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Per MSDN, it looks like the wall I just hit is a solid one:


The GetEntryAssembly method can return null when a managed assembly has been loaded from an unmanaged application. For example, if an unmanaged application creates an instance of a COM component written in C#, a call to the GetEntryAssembly method from the C# component returns null, because the entry point for the process was unmanaged code rather than a managed assembly.

Until I decided to start using ResourceDictionary and MergedDictionaries, I had lots, lots of redundant XAML. I removed all <controls:MyCustomControl.Resources>, leaving only this:

            <ResourceDictionary Source="pack:application:,,,,/MyApp.Namespace;component/Themes/generic.xaml" />

I can build the project, but when I open up the designer for a window that uses any of my glossy content controls I get an IOException, "Cannot create an instance of "MyShinyNewControl". Click here to hide detail, and then in the error list it also says Cannot create an instance of "MyShinyNewControl", although the solution builds (but blows up with the same IOException when I run it through COM).

The project is a class library being the presentation layer of a solution that contains a bunch of class libraries, the main one exposes an object being instantiated by some VB6 code. Before I introduced the notion of shared resources/styles, it worked like a charm, but I had tons of redundant XAML everywhere.

Is there a work-around to make it work through COM, or the work-around is to duplicate all the styles everywhere?

Stack trace for the exception in the designer:

Cannot locate resource 'themes/generic.xaml'. at MS.Internal.AppModel.ResourcePart.GetStreamCore(FileMode mode, FileAccess access at System.IO.Packaging.PackagePart.GetStream(FileMode mode, FileAccess access) at System.IO.Packaging.PackWebResponse.CachedResponse.GetResponseStream() at System.IO.Packaging.PackWebResponse.GetResponseStream() at System.IO.Packaging.PackWebResponse.get_ContentType() at MS.Internal.WpfWebRequestHelper.GetContentType(WebResponse response) at MS.Internal.WpfWebRequestHelper.GetResponseStream(WebRequest request, ContentType& contentType) at System.Windows.ResourceDictionary.set_Source(Uri value) at System.Windows.Baml2006.WpfSharedBamlSchemaContext.b__1c4(Object target, Object value) at System.Windows.Baml2006.WpfKnownMemberInvoker.SetValue(Object instance, Object value) at MS.Internal.Xaml.Runtime.ClrObjectRuntime.SetValue(XamlMember member, Object obj, Object value) at MS.Internal.Xaml.Runtime.ClrObjectRuntime.SetValue(Object inst, XamlMember property, Object value)

And at run-time, stack trace for the XamlParseException (exception translated from French):

Type reference cannot find a type named '{clr-namespace:MyApp.Common.Controls}GlossyContentControl'. at MS.Internal.Xaml.Context.ObjectWriterContext.ServiceProvider_Resolve(String qName) at MS.Internal.Xaml.ServiceProviderContext.System.Windows.Markup.IXamlTypeResolver.Resolve(String qName) at System.Xaml.Replacements.TypeTypeConverter.ConvertFrom(ITypeDescriptorContext context, CultureInfo culture, Object value) at MS.Internal.Xaml.Runtime.ClrObjectRuntime.CreateObjectWithTypeConverter(ServiceProviderContext serviceContext, XamlValueConverter1 ts, Object value) at MS.Internal.Xaml.Runtime.ClrObjectRuntime.CreateFromValue(ServiceProviderContext serviceContext, XamlValueConverter1 ts, Object value, XamlMember property) at System.Xaml.XamlObjectWriter.Logic_CreateFromValue(ObjectWriterContext ctx, XamlValueConverter`1 typeConverter, Object value, XamlMember property, String targetName, IAddLineInfo lineInfo)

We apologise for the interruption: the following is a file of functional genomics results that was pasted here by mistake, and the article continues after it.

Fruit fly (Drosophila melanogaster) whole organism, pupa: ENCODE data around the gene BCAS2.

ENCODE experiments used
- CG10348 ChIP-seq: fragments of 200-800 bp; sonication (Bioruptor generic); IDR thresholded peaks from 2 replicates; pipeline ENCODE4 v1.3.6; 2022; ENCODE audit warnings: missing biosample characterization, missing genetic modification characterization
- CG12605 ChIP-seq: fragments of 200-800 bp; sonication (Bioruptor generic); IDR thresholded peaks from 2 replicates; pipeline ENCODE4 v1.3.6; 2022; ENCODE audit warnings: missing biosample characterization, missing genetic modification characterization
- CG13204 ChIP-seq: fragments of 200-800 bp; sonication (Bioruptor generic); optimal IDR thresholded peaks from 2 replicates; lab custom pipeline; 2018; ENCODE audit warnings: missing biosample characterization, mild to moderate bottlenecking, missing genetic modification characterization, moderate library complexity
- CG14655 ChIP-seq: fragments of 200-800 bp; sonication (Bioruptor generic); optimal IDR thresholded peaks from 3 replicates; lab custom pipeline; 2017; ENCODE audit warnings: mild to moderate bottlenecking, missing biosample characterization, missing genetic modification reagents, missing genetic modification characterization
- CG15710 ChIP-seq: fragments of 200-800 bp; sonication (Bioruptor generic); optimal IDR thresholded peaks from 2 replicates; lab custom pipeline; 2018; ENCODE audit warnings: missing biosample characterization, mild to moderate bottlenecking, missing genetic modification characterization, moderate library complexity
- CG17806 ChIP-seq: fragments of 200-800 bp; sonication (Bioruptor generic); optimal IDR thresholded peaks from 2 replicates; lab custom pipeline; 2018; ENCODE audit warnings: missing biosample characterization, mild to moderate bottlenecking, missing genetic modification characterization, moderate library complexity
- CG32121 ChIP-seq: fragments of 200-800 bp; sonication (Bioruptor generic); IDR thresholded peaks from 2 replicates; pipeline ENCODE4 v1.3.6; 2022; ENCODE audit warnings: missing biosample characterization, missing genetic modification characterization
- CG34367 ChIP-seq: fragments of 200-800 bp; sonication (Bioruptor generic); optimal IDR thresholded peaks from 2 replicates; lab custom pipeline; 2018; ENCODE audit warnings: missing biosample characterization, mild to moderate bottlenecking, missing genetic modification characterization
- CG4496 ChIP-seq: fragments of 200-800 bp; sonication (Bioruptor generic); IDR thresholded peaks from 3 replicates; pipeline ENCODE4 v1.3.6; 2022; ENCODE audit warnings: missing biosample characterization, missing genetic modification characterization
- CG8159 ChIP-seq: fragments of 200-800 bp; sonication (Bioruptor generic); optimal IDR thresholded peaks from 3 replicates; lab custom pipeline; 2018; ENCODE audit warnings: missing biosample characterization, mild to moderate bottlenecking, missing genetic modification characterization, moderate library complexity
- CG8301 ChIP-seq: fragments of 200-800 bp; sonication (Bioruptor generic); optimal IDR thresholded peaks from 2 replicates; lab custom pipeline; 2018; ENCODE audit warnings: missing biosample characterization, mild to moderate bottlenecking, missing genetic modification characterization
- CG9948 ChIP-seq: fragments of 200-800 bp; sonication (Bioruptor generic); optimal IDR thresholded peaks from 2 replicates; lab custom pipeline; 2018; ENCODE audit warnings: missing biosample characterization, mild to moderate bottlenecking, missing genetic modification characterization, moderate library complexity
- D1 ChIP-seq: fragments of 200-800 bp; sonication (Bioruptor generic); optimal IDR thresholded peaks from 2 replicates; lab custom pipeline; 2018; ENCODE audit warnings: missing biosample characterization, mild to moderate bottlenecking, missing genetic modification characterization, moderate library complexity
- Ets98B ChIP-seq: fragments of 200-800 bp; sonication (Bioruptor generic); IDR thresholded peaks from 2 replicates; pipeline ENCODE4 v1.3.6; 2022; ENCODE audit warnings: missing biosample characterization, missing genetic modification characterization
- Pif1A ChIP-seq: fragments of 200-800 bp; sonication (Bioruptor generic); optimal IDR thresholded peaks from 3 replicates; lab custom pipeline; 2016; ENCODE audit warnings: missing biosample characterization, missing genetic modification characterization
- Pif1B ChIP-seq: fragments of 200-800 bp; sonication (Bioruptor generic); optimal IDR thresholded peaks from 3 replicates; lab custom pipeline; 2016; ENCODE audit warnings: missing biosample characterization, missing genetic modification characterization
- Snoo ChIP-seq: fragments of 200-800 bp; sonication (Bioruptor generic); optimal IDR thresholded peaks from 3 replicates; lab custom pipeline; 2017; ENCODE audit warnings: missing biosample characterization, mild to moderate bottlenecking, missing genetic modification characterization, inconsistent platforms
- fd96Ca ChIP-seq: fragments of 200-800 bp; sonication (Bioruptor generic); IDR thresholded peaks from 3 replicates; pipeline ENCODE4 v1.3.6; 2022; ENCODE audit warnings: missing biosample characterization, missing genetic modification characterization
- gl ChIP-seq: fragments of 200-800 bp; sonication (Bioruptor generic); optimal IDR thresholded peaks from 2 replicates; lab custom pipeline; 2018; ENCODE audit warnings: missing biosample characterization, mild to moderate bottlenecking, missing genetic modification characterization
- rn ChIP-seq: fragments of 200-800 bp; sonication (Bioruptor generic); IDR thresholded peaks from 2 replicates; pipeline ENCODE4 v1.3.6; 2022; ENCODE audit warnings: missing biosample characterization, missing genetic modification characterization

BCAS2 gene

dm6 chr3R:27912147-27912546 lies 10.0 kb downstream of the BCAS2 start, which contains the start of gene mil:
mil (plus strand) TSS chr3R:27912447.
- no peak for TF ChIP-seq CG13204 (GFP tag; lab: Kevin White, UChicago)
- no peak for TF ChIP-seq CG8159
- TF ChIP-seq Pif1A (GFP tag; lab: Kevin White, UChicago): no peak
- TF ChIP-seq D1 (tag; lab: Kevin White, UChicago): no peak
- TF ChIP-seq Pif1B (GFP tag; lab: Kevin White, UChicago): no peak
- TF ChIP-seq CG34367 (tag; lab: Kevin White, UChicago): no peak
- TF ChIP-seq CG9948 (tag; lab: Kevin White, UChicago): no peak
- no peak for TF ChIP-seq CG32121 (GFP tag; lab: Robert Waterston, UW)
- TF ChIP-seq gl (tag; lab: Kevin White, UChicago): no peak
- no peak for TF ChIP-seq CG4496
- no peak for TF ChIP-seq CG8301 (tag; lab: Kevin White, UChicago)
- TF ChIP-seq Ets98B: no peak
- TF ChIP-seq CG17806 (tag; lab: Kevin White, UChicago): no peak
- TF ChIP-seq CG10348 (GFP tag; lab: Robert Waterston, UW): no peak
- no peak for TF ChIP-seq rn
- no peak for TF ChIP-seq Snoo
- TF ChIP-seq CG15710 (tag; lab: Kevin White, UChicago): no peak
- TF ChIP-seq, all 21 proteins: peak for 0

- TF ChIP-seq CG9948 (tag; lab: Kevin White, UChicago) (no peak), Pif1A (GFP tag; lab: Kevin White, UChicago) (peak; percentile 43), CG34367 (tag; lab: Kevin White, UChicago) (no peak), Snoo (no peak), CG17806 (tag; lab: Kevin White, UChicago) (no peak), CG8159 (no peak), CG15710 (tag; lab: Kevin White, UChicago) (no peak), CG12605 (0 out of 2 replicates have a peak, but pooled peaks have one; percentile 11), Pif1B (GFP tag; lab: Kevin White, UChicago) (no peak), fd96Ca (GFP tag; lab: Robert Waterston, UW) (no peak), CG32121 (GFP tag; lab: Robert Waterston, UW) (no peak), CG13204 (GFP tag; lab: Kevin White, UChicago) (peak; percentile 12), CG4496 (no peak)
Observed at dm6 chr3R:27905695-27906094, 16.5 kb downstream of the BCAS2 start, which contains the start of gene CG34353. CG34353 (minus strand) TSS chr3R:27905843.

What's odd is that if I open up the designer for any glossy content control, the styles are applied and everything looks like it should. But the window that hosts such controls can't render them.

Here's an overview of the solution:

  • VB6 ActiveX dll instantiates managed code and runs a functionality written in C#
  • C# functionality fetches data, defines view models and instantiates a WPF window
  • The WPF window is displayed and everything works

There was no app.xaml involved, the code was just instantiating Window objects and calling ShowDialog() and it worked.

At one point in the introduction of shared resources, it seemed I needed an app.xaml, so I made one and instead of Application Definition I set its build action to Page. Doing this allowed usage of my GlossyContentControl which I used to replace some UserControl objects with instances of that custom content control.

Since I still don't have an entry point and no WPF application per se, I think WPF is having a hard time figuring out what I'm trying to do here. One thing I have not tried yet is making an actual WPF application (another assembly) with a custom entry point, so my class library can "launch" the WPF application in some sort of "idle" mode that just waits for windows to be instantiated and displayed. Would this work or be a formidable waste of time?

share|improve this question
What's the exception stack trace? –  SLaks Nov 10 '13 at 17:24
@SLaks added stack traces for exceptions I'm getting at this point - they've changed accordingly with everything I've tried, I don't know what to tweak anymore, no matter what I do there's always an exception somewhere. –  Mat's Mug Nov 10 '13 at 17:36
Your URI syntax is incorrect, try the 4th flavor in this section : msdn.microsoft.com/en-us/library/vstudio/… –  Aybe Nov 10 '13 at 17:47
Wow it's even worse - now nothing works, and I get an error saying "Pack URI '...' is not valid in this project." - the resources are actually defined in the same assembly as where they're being used. Should I create a seperate assembly just for my resource dictionaries? –  Mat's Mug Nov 10 '13 at 17:52

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